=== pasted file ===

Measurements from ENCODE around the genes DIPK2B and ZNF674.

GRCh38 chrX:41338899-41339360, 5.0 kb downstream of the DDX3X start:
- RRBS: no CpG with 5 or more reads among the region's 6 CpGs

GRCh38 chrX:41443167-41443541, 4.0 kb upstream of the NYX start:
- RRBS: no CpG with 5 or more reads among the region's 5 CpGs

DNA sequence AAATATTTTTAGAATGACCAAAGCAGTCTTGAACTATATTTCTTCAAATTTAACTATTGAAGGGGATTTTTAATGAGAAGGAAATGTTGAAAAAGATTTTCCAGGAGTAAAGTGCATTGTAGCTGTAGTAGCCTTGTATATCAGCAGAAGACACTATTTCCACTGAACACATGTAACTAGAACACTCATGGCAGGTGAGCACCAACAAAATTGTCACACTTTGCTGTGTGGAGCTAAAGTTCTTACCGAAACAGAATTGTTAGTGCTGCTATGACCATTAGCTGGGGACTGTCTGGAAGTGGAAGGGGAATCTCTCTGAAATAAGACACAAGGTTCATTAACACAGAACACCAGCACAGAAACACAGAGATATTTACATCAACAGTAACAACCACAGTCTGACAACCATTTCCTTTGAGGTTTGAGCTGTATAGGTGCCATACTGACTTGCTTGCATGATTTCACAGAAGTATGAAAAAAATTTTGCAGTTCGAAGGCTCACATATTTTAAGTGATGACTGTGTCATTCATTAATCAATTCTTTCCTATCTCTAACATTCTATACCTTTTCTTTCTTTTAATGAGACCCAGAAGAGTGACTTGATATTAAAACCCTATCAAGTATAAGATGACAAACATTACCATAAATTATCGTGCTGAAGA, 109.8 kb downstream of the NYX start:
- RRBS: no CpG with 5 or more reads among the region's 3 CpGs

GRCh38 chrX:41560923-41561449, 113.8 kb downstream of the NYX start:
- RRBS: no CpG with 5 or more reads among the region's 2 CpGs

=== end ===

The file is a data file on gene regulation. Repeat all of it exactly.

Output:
Measurements from ENCODE around the genes DIPK2B and ZNF674.

GRCh38 chrX:41338899-41339360, 5.0 kb downstream of the DDX3X start:
- RRBS: no CpG with 5 or more reads among the region's 6 CpGs

GRCh38 chrX:41443167-41443541, 4.0 kb upstream of the NYX start:
- RRBS: no CpG with 5 or more reads among the region's 5 CpGs

DNA sequence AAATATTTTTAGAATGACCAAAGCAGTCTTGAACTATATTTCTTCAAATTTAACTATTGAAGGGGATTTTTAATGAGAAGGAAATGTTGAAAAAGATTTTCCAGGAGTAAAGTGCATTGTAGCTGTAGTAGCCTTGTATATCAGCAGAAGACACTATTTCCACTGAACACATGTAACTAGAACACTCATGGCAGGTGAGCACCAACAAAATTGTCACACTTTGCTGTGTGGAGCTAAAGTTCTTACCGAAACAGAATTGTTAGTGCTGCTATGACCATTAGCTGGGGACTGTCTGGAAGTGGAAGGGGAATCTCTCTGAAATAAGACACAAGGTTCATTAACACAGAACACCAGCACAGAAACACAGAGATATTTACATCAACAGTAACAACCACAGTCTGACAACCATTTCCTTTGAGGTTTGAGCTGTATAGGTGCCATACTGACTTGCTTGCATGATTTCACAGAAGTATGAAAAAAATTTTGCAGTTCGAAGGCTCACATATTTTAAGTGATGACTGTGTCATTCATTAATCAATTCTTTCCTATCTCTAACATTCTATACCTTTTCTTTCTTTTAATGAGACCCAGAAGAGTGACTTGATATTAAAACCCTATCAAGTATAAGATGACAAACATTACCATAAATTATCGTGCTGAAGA, 109.8 kb downstream of the NYX start:
- RRBS: no CpG with 5 or more reads among the region's 3 CpGs

GRCh38 chrX:41560923-41561449, 113.8 kb downstream of the NYX start:
- RRBS: no CpG with 5 or more reads among the region's 2 CpGs